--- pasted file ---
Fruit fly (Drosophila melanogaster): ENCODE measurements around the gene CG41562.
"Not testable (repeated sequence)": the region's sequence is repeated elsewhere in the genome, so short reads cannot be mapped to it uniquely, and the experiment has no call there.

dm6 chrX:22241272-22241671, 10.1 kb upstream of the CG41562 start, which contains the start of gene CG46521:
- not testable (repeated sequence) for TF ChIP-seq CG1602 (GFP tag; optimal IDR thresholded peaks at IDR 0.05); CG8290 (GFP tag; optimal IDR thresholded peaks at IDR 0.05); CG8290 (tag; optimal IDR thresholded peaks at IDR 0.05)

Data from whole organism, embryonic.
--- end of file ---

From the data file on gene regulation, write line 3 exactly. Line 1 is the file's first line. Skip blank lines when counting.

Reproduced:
dm6 chrX:22241272-22241671, 10.1 kb upstream of the CG41562 start, which contains the start of gene CG46521: